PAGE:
A challenger has appeared as the Elizabeth Line train has commenced through-running through the Crossrail core.
And yes, the Purple trains will be going through it
The new configuration of the Elizabeth line means that trains from the West (Reading and Heathrow branches) will mostly go through the Crossrail core and terminate at Abbey Wood. Meanwhile, from the East (Shenfield), trains will go through the core and terminate at Paddington.
Passengers who need to access Heathrow from the Shenfield branch will need to change inside the Crossrail core. Similarly, passengers travelling from Reading/Heathrow Branches, needing to transfer to the Shenfield route will need to make the same change.
Thankfully, these changes can be done on the same platform. TfL suggests Whitechapel as a change point.
Until this point, the Elizabeth Line operated as three different railways:
- The Crossrail Core (Paddington – Abbey Wood)
- West London (Paddington – Heathrow/Reading)
- East London (Liverpool Street – Shenfield)
Not all services will use the core and will terminate at Paddington or Liverpool Street – as always, check when you travel.
There is big news for Heathrow travellers, as those who are travelling beyond Paddington to the West End and the City can now utilise a one-seat ride to get closer to their destination, without resorting to the underground network early in their travels.
In terms of timings, from Heathrow Terminal 2 and 3, the times look a bit like this:
- Bond Street in 32 minutes
- Farringdon in 37 minutes
- Canary Wharf in 47 minutes, allowing for a one-seat ride from the largest airport in the UK to the main business centres.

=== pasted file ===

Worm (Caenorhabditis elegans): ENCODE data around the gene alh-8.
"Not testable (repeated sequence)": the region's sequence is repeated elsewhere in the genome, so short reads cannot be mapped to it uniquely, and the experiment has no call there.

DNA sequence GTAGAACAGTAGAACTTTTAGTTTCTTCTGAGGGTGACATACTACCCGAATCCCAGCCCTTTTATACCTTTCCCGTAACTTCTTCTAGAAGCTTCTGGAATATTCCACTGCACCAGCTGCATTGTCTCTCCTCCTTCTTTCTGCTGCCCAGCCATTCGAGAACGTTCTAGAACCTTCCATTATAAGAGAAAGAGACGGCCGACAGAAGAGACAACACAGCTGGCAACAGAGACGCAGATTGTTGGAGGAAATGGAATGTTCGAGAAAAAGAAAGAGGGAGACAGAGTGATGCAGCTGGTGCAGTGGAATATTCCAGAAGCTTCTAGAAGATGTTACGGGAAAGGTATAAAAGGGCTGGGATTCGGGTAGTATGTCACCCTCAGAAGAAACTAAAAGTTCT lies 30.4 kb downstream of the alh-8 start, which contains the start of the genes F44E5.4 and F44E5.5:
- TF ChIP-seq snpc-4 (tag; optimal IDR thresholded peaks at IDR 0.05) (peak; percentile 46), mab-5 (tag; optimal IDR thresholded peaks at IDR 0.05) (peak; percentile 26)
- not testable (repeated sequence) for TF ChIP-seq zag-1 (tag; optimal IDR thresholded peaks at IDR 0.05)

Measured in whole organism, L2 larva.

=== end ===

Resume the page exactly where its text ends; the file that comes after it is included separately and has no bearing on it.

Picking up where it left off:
Typically, services go onward to Terminal 4 – however, you can always change at Heathrow Terminal 2 and 3 for connections to Terminal 4 and 5 as needed.
With the Elizabeth Line services now ramping up, there are some big changes – mainly, the central section will experience a massive uplift in services from 12 trains per hour, up to 22 in the peak, and 16 off-peak.
In addition, trains will now run at a greater variety of times, with services starting around 5:30 in the morning and ending near midnight.
This will also introduce Sunday running through the core as well, meaning that there will be services seven days a week (except when there are engineering works).
Onto the final change
There will be a lot of bedding-in to be done as the final part of the Elizabeth Line project, with the full timetable to be delivered in May 2023, with stakeholders understanding the impact of through-running.
However, in May 2023, there will be further changes, with end-to-end journeys through the line, including from Shenfield to Heathrow, and up to 24 trains per hour during the peak between Paddington and Whitechapel.
For those travelling into the City of London and beyond, it’s going to be a major shift in how they travel, with more capacity on through the area.
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